Heath Bell has been surprisingly good for Arizona. Not, you know, great, but better than we expected. The homers have given him trouble, and his job could be in danger if J.J. Putz comes back. And Putz might just be back soon, as he began his rehab assignment yesterday--a lot earlier than was initially expected. While he may take a little while in the minors, he could also be back in the Diamondbacks' closer role quickly. He was dropped in many leagues, but I'd advise picking him back up if you've got the room to stash him.

Strugglers

A couple of the early season's best closers have hit some serious rough patches and owners should monitor their situations.

Red Sox

Andrew Bailey has pitched horrifically in his last few outings, to the tune of an 11.25 ERA in his last four appearances. Manager John Farrell says that Bailey has "some work to do," but "for the time being...is definitely our closer." Well, doesn't he sound excited to keep Bailey in the ninth, and admits that he would consider other options, "at least temporarily." Bailey is clearly on a short leash, so Junichi Tazawa and Koji Uehara might be good choices for anyone speculating on saves. Update: Bailey has used up his short leash and is out as closer for now. Pick up Tazaway or Uehara.

Phillies

Jonathan Papelbon is the sort of name you don't expect to have to write very often in a column like this, but he's blown two saves over the course of three days. They're just his first two blown saves of the year, but keep an eye on him. Fortunately for Papelbon and his owners, he should have a long leash given his contract and track record. Though the Phillies appear not to be contending this year, they say they aren't considering dealing Papelbon or their other expensive players.

Early Trading Block

Major League teams aren't likely to be making trades for almost another month, but fantasy owners need to be quicker with the trade trigger. After all, when a closer is traded into a setup job in the real world, his fantasy trade value pretty much hits zero. Any closer on a non-contending team is a good candidate to get traded away, though teams with 2014 ambitions are more likely to hang on to their relievers if they're young and inexpensive. Right now, two closers are generating the most trade buzz.

Marlins

Shockingly, the Fish aren't contending this year for anything but worst team in baseball. They might even beat the Astros for that one. Steve Cishek has been pretty good for them as their closer, but a team playing under .300 doesn't need a good closer. Expect Cishek to get dealt to a contender. Unfortunately, he's unlikely to close for any of them. If you've got him, it would be a good idea to deal him early, even for a mediocre return.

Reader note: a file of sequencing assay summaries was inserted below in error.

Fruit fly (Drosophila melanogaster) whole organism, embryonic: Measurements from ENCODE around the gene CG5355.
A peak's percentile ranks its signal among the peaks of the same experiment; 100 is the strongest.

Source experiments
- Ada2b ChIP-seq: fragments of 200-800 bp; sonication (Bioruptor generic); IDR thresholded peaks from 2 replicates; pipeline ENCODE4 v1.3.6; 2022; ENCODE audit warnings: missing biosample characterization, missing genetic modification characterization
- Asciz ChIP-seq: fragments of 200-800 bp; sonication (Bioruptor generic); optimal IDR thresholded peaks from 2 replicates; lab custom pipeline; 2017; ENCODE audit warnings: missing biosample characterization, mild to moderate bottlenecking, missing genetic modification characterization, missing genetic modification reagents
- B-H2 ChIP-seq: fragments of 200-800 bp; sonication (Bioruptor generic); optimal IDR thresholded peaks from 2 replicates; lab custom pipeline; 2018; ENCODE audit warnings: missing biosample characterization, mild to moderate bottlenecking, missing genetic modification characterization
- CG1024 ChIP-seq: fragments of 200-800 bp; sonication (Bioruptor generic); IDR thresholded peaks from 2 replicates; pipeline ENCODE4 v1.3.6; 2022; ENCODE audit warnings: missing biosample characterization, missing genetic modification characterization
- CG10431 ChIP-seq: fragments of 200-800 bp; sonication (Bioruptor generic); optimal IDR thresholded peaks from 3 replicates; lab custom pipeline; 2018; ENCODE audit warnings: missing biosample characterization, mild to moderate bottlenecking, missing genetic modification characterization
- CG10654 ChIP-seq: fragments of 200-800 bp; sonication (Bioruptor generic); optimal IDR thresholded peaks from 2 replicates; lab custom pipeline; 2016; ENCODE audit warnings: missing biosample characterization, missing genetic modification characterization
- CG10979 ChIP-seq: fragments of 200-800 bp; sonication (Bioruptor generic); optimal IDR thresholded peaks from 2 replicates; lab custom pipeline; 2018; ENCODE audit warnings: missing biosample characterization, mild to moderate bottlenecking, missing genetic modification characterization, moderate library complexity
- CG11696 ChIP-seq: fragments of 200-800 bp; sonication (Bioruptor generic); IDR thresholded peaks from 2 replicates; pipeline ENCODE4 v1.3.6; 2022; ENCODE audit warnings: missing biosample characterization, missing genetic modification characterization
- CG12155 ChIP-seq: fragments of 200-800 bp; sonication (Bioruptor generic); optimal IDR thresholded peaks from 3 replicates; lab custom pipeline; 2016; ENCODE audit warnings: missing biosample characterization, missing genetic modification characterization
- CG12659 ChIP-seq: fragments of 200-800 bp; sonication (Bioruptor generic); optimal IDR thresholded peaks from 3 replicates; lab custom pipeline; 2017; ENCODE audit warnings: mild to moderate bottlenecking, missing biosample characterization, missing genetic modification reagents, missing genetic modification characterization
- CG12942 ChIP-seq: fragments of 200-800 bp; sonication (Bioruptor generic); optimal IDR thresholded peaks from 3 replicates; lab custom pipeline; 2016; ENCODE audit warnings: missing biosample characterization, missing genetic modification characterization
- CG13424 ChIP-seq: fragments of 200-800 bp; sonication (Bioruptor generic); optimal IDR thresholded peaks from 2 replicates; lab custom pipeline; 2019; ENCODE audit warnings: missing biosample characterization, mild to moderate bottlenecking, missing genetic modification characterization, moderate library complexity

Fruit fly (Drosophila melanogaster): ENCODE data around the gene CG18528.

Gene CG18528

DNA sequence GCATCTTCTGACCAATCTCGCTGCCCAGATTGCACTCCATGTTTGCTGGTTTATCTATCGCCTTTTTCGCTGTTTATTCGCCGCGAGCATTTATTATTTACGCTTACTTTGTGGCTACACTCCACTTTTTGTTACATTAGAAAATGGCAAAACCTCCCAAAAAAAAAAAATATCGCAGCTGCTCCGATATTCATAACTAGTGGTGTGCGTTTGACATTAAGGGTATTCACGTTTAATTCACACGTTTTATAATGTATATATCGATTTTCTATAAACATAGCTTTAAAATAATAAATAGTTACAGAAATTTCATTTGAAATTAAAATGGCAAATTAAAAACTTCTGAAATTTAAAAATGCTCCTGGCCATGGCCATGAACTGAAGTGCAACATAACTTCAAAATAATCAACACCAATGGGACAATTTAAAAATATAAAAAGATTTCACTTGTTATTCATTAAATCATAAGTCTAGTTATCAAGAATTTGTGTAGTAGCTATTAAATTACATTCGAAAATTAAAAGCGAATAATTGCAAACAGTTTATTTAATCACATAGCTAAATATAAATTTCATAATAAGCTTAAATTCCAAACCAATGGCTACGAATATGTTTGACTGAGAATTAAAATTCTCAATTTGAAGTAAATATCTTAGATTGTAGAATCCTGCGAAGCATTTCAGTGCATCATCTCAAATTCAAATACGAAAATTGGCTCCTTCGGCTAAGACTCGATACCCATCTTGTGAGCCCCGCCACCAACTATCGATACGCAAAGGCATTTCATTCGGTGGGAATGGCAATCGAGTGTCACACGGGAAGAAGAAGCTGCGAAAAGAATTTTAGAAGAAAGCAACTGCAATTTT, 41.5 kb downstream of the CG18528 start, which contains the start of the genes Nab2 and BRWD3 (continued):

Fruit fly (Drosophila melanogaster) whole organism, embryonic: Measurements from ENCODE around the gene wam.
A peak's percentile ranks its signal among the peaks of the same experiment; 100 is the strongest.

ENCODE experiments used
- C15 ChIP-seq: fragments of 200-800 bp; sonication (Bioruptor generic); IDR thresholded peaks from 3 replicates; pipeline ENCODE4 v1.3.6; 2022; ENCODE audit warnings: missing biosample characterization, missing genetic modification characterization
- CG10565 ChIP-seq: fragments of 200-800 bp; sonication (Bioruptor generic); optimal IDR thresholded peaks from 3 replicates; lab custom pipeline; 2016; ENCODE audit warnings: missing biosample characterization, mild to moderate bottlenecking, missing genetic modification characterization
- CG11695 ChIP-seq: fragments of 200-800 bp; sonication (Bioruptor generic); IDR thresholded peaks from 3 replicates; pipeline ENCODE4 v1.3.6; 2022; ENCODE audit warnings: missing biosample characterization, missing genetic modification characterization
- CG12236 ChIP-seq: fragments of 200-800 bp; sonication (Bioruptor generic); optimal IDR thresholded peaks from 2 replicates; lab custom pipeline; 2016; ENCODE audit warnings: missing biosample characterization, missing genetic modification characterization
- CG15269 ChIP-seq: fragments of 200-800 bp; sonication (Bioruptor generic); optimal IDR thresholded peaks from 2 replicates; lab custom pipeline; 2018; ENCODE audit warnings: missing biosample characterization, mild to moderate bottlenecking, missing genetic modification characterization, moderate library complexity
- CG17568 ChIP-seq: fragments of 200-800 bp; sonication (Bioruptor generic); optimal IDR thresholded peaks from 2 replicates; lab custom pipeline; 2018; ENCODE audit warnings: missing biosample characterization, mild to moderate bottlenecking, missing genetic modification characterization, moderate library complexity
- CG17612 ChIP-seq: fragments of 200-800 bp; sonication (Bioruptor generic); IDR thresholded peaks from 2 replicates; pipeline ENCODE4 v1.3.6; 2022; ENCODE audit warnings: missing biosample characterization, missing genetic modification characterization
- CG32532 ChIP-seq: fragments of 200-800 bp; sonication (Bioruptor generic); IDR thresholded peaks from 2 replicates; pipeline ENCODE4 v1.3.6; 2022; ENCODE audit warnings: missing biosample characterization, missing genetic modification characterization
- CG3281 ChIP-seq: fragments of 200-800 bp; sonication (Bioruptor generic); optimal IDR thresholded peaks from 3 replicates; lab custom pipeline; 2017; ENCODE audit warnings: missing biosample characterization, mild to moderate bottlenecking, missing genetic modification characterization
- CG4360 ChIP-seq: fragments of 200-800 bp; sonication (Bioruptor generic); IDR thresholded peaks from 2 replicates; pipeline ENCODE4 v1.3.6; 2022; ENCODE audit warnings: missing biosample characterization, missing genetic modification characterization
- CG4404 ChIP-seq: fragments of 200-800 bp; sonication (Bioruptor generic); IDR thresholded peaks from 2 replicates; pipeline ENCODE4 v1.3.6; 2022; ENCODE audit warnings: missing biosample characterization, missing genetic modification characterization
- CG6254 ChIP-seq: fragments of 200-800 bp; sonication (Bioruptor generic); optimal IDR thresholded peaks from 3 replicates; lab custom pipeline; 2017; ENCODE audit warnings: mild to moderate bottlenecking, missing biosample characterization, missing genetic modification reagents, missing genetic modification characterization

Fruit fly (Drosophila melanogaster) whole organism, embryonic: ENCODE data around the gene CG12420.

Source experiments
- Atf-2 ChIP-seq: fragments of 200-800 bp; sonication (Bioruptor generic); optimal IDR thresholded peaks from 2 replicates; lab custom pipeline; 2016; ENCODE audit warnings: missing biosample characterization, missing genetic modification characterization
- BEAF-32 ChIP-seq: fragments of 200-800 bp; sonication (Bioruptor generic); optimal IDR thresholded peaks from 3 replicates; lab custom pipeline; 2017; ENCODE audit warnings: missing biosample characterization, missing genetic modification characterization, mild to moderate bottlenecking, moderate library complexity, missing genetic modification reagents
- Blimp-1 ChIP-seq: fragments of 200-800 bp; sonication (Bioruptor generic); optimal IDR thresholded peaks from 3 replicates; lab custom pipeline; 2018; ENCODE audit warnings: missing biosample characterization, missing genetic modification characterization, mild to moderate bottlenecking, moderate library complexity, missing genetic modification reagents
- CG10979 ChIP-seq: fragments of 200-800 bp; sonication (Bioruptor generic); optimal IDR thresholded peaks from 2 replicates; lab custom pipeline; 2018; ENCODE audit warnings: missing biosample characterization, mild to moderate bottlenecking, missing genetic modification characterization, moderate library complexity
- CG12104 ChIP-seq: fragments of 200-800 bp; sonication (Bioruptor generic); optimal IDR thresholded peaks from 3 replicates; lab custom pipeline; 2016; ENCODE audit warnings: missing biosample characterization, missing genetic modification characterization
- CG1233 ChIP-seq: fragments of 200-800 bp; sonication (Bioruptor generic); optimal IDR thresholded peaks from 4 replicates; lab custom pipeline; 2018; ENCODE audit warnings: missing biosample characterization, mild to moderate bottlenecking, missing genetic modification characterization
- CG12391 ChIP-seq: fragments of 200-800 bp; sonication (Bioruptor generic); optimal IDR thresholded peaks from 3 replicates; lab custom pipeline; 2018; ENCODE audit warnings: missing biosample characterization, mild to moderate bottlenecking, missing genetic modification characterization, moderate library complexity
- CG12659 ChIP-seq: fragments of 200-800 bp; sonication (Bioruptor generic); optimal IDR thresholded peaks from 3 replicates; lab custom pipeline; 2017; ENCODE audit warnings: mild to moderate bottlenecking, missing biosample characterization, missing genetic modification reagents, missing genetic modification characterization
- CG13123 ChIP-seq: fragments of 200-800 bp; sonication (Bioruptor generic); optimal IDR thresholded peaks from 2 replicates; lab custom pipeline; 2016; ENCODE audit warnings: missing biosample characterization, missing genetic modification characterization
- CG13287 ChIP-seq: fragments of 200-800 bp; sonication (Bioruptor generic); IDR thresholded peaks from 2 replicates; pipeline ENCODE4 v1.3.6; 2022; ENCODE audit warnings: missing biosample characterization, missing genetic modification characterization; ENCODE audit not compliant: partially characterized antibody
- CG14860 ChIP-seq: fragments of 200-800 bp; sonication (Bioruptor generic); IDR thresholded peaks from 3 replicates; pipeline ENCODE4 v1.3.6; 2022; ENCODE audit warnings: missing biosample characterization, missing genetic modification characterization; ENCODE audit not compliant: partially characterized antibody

Twins

Glen Perkins is a little more complicated than Cishek, as there are contending teams for which he might close. Like the Tigers. The Red Sox could hypothetically be interested in his ninth-inning services too, but if he is dealt, he's most likely going to set up. He should command more than Cishek on the trade market, but he's also a good one to deal. 

Dont' forget to check out @CloserNews on Twitter for all up-to-the-minute updates on closers around baseball.



Josh Johnson's New Ligament Works

Check out this blog post from Marlins beat writer Juan C. Rodriguez.  It seems that Josh Johnson is throwing several mph faster post-Tommy John than he was before.  He gave up three runs in five innings in his first start back last night.  He also whiffed six and walked no one.

All the experts and injury gurus will tell you to avoid Johnson this year, and that's a logical stance.  But in mixed leagues with deep benches and unlimited transactions...you don't need to be so discerning.  Just make the move, maybe bench him for a few starts if you feel conservative.  At any rate, Johnson is a quality sleeper for '09.



2008 Fantasy Baseball Sleepers: Mike Jacobs

I am digging the idea of Marlins first baseman Mike Jacobs as a solid sleeper this year.  I have the 27 year-old hitting .268-21-73-63-2 in 486 ABs, just a $0.30 value. 

  • It's not hard to see Jacobs in the $6-8 range this year.  If he got 550 ABs, couldn't he do .270-25-90-75-3?  He finished '07 with nine homers in the season's final two months.
  • A couple of points from Ron Shandler's book: Jacobs hit more flyballs and improved against lefties last year.  .530 OPS against lefties in '06; .819 in '07.
  • Jacobs should bat third for the Marlins.  The lineup still has solid hitters in Hanley Ramirez, Jeremy Hermida, Josh Willingham, and Dan Uggla.  Even Jorge Cantu could be respectable. 
  • Jacobs was undrafted in many leagues, so what do you have to lose?



Hanley's Stock Falls Slightly

This may not matter this year.  But new Marlins manager Fredi Gonzalez wants to see Hanley Ramirez exchange steals for homers in the long term.

Regarding whether Ramirez would steal 50 again, Gonzalez said, "We'll see."  I have Ramirez swiping 44, but given Gonzalez's philosophy it wouldn't be a shock to see him swipe less than 40.

This probably doesn't change your draft strategy, but if you were on the fence over Reyes vs. Hanley vs. Wright maybe it helps you decide.